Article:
On the 27 January, the Danish Consumer Ombudsman [DCO] published a new guideline on section 6a of the Danish Marketing Practises Act, also known as the "spam rule".
The number of complaints over spam seems to be ever increasing, and Danish spammers are also beginning to make their presence felt. The Danish Consumer Ombudsman [ DCO] received more than 600 complaints regarding Danish companies and their spam activities in December 2004 alone.
Since it took force some years ago, the spam rule has given rise to a number of questions on part of the Danish trade and business, so detailed guidance on how to understand and interpret the rule seems to be appropriate.
"I expect a new and all-inclusive spam guideline to sustain business’ and trade’s compliance with the Danish Marketing Practises Act, with fewer complaints as the result", says the Danish Consumer Ombudsman, Hagen Jørgensen.
The guideline lays down the requirements to be observed if a trader wishes to make use of direct enquiries, electronic or other, in his marketing activities, whether targeted to public institutions, other traders or consumers.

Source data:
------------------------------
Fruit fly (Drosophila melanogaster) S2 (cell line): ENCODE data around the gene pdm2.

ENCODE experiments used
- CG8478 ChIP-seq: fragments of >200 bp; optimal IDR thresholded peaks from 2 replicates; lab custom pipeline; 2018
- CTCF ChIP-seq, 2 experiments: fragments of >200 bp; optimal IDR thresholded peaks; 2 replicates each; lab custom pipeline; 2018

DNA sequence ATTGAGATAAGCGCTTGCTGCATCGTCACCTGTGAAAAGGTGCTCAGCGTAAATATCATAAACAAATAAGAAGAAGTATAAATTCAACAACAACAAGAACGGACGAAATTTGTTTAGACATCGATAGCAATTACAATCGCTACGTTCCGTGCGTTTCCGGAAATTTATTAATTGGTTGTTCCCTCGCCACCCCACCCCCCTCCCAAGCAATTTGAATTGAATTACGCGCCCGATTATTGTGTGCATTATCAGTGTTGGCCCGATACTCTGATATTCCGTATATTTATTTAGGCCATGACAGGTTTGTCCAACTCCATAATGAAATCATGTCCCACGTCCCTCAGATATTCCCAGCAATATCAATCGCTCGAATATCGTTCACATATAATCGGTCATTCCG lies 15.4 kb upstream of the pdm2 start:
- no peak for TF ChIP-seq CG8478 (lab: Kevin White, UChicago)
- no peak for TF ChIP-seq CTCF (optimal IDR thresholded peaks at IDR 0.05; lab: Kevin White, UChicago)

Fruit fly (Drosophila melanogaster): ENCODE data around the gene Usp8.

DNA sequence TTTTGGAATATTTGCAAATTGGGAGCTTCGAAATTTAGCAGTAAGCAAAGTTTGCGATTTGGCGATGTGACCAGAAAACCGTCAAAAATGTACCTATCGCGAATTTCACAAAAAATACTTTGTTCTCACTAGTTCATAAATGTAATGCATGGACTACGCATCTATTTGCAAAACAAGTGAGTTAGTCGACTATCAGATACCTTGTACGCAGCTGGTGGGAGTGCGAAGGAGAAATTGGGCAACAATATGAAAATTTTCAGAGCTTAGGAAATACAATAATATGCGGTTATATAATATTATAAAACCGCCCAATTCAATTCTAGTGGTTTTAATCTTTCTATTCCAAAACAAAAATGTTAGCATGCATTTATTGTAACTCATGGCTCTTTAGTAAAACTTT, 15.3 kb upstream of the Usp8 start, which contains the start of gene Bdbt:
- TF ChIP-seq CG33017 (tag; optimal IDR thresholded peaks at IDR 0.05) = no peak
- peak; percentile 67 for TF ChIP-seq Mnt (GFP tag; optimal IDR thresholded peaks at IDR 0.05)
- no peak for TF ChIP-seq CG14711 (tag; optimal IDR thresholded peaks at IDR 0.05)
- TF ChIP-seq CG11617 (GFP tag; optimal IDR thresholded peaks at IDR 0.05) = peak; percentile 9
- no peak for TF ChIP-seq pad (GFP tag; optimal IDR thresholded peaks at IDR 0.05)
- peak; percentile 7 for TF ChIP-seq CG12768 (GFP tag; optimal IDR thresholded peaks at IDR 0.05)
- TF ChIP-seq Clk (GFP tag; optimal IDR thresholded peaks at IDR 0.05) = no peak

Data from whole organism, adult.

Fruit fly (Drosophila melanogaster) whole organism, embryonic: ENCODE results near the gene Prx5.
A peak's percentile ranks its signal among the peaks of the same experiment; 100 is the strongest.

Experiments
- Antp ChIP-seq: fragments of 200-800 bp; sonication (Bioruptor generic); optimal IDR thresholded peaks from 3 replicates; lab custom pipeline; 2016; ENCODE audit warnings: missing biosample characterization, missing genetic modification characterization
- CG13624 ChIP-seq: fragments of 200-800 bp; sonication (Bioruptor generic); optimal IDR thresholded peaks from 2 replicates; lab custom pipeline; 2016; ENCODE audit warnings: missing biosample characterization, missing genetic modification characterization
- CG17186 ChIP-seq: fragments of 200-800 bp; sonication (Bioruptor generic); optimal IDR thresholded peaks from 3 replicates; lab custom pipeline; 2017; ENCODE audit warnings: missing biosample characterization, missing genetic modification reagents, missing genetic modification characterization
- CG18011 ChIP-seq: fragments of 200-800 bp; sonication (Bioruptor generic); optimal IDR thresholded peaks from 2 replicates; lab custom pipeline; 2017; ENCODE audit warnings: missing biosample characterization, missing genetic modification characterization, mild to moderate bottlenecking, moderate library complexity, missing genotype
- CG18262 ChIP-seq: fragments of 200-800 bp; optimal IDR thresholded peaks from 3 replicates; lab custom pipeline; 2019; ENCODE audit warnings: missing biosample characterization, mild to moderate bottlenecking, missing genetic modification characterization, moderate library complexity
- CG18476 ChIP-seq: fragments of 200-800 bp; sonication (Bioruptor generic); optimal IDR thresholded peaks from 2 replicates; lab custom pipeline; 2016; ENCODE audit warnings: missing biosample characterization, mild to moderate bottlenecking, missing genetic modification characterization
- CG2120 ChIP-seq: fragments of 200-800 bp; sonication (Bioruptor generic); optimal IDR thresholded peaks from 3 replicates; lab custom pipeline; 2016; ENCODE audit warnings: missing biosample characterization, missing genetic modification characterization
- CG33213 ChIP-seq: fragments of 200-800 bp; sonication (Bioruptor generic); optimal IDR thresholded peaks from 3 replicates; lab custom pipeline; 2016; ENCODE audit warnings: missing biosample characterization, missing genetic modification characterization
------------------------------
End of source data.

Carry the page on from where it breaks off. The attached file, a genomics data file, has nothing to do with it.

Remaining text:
The guideline took force 1 February 2005, and is now available in English here.
The DCO supervises marketing activities carried out by Danish business and trade including their compliance with section 6a of the Danish Marketing Practises Act on unsolicited distribution of electronic commercial communication. Further information about the rules in force is available fromwww.consumerombudsman.dk .
Want to report spam to the DCO?
In order to keep evidence for further investigation, the DCO has set up two electronic spam mailboxes. Cross-border spam can be forwarded to email@example.com whereas Danish spam should be sent to firstname.lastname@example.org.